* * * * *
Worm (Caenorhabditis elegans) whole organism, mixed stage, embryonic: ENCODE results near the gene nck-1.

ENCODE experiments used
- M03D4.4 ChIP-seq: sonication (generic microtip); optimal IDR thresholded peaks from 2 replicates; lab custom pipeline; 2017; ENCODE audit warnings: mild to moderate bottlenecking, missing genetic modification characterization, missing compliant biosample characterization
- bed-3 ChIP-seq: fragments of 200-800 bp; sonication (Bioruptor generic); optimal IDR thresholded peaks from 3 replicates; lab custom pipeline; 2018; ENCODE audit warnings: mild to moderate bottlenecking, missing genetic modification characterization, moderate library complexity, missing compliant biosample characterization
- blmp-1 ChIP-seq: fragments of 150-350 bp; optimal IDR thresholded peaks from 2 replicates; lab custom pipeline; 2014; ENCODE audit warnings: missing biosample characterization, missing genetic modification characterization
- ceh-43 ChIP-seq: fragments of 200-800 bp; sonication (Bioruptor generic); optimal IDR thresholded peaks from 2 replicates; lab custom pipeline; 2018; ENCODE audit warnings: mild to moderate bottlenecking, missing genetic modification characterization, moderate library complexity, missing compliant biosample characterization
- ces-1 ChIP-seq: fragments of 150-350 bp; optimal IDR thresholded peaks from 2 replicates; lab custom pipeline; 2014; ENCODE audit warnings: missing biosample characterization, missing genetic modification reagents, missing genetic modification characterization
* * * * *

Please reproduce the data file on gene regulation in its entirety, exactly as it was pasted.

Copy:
Worm (Caenorhabditis elegans) whole organism, mixed stage, embryonic: ENCODE results near the gene nck-1.

ENCODE experiments used
- M03D4.4 ChIP-seq: sonication (generic microtip); optimal IDR thresholded peaks from 2 replicates; lab custom pipeline; 2017; ENCODE audit warnings: mild to moderate bottlenecking, missing genetic modification characterization, missing compliant biosample characterization
- bed-3 ChIP-seq: fragments of 200-800 bp; sonication (Bioruptor generic); optimal IDR thresholded peaks from 3 replicates; lab custom pipeline; 2018; ENCODE audit warnings: mild to moderate bottlenecking, missing genetic modification characterization, moderate library complexity, missing compliant biosample characterization
- blmp-1 ChIP-seq: fragments of 150-350 bp; optimal IDR thresholded peaks from 2 replicates; lab custom pipeline; 2014; ENCODE audit warnings: missing biosample characterization, missing genetic modification characterization
- ceh-43 ChIP-seq: fragments of 200-800 bp; sonication (Bioruptor generic); optimal IDR thresholded peaks from 2 replicates; lab custom pipeline; 2018; ENCODE audit warnings: mild to moderate bottlenecking, missing genetic modification characterization, moderate library complexity, missing compliant biosample characterization
- ces-1 ChIP-seq: fragments of 150-350 bp; optimal IDR thresholded peaks from 2 replicates; lab custom pipeline; 2014; ENCODE audit warnings: missing biosample characterization, missing genetic modification reagents, missing genetic modification characterization